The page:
Walk 7 San Isidro – Upper Class living (2 hours)

The present district of San Isidro was also developed on agricultural land, on that of the haciendas San Isidro and Orrantia. In the forties the district became a refuge for the upper class that left the historical centre. The route includes the former olive grove of the hacienda San Isidro, the chalets from the twenties in this park, the temple (huaca) Huallamarca and the Country Club Hotel and a walk around the golf club were you'll see another huaca and modern architecture.

Walk 6 Jesus Maria and Magdalena del Mar – Modern living (2 hours)

Before it was urbanized, the area of the walk belonged to the hacienda Matalechuzas. Of that nothing is left. The urbanization went in several stages, leading to the development of the avenue Salaverry with mansions in neo-colonial style, the residential complex San Felipe from the sixties, modern villas from the forties. They are all included in the route, which gives a good overview of the different Peruvian styles of living from the twenties till the sixties.

Walk 5 Pueblo Libre – Huacas and Haciendas (2 hours)

The town for the Indians, founded in the 16th Century, and located around the Church of Santa Maria Magdalena is the core of the present district. This settlement was surrounded by agricultural land, dotted with the abandoned temples of the original inhabitants and the haciendas of the Spanish conquerors. Now those edifices are hidden by residential buildings constructed in the 20th century. Around 10 buildings are looked at in detail, including the Mateo Salado archaeological complex and two smaller temples, the church of Santa Maria Magdalena and two former haciendas.

Walk 4 Rimac – 18th Century architecture (2 hours)

Although Rimac is part of the Historic Centre, it was not enclosed by the city walls. It is located on the other side of the river Rimac and developed in the 16th Century around the Church of San Lazaro. In the 18th century the district reached its peak when during the days of viceroy Manuel de Amat (1761-1776), who built several important buildings in this district. This led as well to an influx of nobles, who built their summer palaces here. Now it is the most run down part of the centre of Lima. In Rimac around 12 building are looked at in detail, including the smallest church of Lima, the Church of San Lazaro, the Alameda de Descalzos and the Paseo de Aguas. Optional, but advisable, is a visit to the Convent of the Descalzos.

Walk 3 Barrios Altos –18th and 19th Century living (2 hours)

Barrios Altos has been a residential district since the start. Poor people, rich people, Indians, Spaniards, Africans, Italians and Chinese, all have left their traces in this neighbourhood. The route follows basically two pre-Hispanic roads and crosses the former flow of a pre-incan irrigation channel. Barrios Altos is together with Rimac the district were the creole culture originates in its mixture of influences. Around 30 buildings are looked at in detail, of course the Church and Convent of San Francisco, but eight other churches as well, several quintas, including the Quinta Heeren, the former hospitals of the Indians and Africans and the mysterious "stone of the devil".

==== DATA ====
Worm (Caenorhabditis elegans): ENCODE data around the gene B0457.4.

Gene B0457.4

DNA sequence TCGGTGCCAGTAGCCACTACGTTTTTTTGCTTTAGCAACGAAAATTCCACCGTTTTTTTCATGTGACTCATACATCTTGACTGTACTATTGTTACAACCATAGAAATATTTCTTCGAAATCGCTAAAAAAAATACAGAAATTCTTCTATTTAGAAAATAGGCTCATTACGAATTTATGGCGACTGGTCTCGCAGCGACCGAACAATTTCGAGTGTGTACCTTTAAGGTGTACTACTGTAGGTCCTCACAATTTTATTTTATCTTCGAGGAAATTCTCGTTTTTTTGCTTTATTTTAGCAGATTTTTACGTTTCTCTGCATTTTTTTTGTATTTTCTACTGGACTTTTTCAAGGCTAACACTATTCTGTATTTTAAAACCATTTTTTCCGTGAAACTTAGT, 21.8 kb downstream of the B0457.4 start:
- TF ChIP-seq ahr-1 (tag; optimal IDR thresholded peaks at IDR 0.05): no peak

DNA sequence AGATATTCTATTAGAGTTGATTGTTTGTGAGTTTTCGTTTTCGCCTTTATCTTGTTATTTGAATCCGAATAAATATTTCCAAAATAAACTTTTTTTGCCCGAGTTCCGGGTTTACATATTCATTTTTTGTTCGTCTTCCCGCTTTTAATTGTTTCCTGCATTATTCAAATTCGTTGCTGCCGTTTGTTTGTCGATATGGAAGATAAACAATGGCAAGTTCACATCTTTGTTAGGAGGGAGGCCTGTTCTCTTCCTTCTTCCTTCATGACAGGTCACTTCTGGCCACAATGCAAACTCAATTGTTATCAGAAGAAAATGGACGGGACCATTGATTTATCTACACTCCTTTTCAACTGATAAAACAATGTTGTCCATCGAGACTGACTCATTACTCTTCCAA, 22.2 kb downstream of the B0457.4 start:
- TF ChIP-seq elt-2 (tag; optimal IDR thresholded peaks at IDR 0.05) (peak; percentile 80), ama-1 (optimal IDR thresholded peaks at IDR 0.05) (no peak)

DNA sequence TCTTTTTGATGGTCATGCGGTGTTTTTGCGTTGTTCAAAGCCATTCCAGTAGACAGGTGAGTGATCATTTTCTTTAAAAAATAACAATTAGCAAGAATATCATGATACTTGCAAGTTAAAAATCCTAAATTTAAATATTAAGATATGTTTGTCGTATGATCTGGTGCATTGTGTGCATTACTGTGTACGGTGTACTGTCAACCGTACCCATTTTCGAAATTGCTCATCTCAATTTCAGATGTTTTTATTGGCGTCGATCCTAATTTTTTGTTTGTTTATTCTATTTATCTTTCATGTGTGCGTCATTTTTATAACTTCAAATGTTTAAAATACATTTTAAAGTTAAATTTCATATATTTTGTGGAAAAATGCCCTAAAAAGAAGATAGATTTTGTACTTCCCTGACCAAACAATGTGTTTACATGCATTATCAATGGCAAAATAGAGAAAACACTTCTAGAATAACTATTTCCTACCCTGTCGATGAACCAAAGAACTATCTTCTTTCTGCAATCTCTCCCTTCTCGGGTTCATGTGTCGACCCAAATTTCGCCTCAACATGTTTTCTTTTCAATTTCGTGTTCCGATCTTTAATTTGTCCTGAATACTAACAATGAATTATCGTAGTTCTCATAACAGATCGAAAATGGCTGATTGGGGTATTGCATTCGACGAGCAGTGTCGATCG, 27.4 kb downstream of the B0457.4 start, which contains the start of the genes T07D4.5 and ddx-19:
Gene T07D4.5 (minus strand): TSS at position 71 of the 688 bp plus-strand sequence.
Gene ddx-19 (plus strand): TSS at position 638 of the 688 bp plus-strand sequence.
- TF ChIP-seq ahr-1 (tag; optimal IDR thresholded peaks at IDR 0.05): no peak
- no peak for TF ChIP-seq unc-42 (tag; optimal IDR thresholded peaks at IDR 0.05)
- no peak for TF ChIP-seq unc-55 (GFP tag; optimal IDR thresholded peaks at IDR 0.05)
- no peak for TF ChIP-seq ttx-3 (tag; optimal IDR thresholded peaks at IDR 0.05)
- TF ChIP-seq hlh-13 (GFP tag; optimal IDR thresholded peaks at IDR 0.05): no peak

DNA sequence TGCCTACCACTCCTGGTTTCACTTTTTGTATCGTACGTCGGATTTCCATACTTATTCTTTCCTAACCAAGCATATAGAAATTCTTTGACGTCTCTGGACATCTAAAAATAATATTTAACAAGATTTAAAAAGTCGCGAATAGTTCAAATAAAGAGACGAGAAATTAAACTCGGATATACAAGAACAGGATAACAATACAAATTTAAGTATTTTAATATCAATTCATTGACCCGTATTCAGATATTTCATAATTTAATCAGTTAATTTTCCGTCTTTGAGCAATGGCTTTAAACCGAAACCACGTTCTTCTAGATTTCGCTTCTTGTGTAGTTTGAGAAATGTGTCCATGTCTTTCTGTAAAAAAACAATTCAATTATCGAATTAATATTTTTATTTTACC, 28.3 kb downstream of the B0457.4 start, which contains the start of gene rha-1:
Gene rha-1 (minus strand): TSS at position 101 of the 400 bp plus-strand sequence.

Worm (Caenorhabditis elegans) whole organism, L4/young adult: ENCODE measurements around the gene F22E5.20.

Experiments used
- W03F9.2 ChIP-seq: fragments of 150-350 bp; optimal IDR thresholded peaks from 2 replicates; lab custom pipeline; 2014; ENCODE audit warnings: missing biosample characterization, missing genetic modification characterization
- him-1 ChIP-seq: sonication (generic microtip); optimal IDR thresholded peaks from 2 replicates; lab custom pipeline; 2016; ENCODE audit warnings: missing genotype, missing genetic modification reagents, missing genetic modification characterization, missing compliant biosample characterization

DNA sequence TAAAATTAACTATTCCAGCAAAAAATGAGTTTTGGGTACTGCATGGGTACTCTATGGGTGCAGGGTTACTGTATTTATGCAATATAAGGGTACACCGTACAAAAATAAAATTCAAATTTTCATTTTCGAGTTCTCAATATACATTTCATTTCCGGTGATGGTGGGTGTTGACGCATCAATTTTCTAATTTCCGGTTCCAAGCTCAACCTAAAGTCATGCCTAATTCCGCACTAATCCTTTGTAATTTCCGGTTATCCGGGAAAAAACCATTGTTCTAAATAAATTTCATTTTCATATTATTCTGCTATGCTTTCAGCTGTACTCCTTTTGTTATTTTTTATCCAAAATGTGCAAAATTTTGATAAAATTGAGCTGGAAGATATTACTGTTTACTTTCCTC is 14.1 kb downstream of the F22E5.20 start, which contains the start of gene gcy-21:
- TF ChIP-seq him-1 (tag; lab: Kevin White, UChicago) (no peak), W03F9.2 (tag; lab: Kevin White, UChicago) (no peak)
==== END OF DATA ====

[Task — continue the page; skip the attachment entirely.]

Walk 2 Around Plaza San Martin – 20th Century architecture (2 hours)

During the presidencies of Augusto Leguía (1919-1930) and José Manuel Odría (1948-1956) the Historic Centre of Lima felt the breath of modernisation. Leguía celebrated the first 100 years of Independence by building Plaza San Martin. And at the same time a true financial centre was erected. Under Odría Abancay and Tacna avenues were widened and ministries moved to contemporary tower blocks. Around 30 buildings are looked at in detail, including of course all the buildings around the San Martin square, head-offices of seven banks and insurance companies and Hotel Bolívar, one of the claimants of the invention of Peru’s national drink: Pisco Sour.

A pisco sour in Hotel Bolívar or Bar Queirolo (from 1874) can be included.

Walk 1 Around Plaza de Armas – Colonial Lima (2 hours)

The Historic Centre of Lima has been the seat of the Colonial and Republican governments since the Spanish foundation in 1535 on top of an existing indigenous urban centre. Until the forties it was as well the residential area for the country’s most influential families. The route passes all the important and lesser known official buildings, churches and houses, with attention to the different building styles and the typical balconies. More than 30 buildings looked at in detail, including of course the Church and Convent of Santo Domingo, the Church of San Agustin, the Church of San Pedro, Casa Osambela and Casa Riva Agüero.

A visit to Casa de Aliaga can be included, as you can only visit this mansion through an agency or with a guide.